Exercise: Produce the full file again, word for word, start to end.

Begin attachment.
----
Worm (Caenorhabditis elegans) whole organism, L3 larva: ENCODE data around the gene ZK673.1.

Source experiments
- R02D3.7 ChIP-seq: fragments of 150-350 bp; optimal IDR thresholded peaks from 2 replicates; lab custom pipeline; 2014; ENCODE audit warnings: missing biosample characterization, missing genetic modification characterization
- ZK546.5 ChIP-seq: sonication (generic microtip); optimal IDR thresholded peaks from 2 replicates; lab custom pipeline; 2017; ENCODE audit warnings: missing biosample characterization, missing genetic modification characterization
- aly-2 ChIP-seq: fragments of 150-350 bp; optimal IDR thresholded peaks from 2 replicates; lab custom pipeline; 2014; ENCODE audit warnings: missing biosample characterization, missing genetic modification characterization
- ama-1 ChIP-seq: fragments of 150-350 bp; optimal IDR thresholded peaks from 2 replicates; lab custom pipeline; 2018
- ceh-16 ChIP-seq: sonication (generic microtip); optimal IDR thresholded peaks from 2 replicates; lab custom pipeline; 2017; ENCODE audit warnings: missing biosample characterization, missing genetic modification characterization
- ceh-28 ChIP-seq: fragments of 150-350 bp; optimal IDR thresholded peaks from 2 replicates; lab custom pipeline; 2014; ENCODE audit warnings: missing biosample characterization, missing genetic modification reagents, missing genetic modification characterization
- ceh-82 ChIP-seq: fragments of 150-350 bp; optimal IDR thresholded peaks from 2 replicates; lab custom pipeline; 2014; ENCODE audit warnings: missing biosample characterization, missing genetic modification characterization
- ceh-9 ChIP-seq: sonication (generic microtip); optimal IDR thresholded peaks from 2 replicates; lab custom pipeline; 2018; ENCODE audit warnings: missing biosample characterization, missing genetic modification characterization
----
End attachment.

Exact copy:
Worm (Caenorhabditis elegans) whole organism, L3 larva: ENCODE data around the gene ZK673.1.

Source experiments
- R02D3.7 ChIP-seq: fragments of 150-350 bp; optimal IDR thresholded peaks from 2 replicates; lab custom pipeline; 2014; ENCODE audit warnings: missing biosample characterization, missing genetic modification characterization
- ZK546.5 ChIP-seq: sonication (generic microtip); optimal IDR thresholded peaks from 2 replicates; lab custom pipeline; 2017; ENCODE audit warnings: missing biosample characterization, missing genetic modification characterization
- aly-2 ChIP-seq: fragments of 150-350 bp; optimal IDR thresholded peaks from 2 replicates; lab custom pipeline; 2014; ENCODE audit warnings: missing biosample characterization, missing genetic modification characterization
- ama-1 ChIP-seq: fragments of 150-350 bp; optimal IDR thresholded peaks from 2 replicates; lab custom pipeline; 2018
- ceh-16 ChIP-seq: sonication (generic microtip); optimal IDR thresholded peaks from 2 replicates; lab custom pipeline; 2017; ENCODE audit warnings: missing biosample characterization, missing genetic modification characterization
- ceh-28 ChIP-seq: fragments of 150-350 bp; optimal IDR thresholded peaks from 2 replicates; lab custom pipeline; 2014; ENCODE audit warnings: missing biosample characterization, missing genetic modification reagents, missing genetic modification characterization
- ceh-82 ChIP-seq: fragments of 150-350 bp; optimal IDR thresholded peaks from 2 replicates; lab custom pipeline; 2014; ENCODE audit warnings: missing biosample characterization, missing genetic modification characterization
- ceh-9 ChIP-seq: sonication (generic microtip); optimal IDR thresholded peaks from 2 replicates; lab custom pipeline; 2018; ENCODE audit warnings: missing biosample characterization, missing genetic modification characterization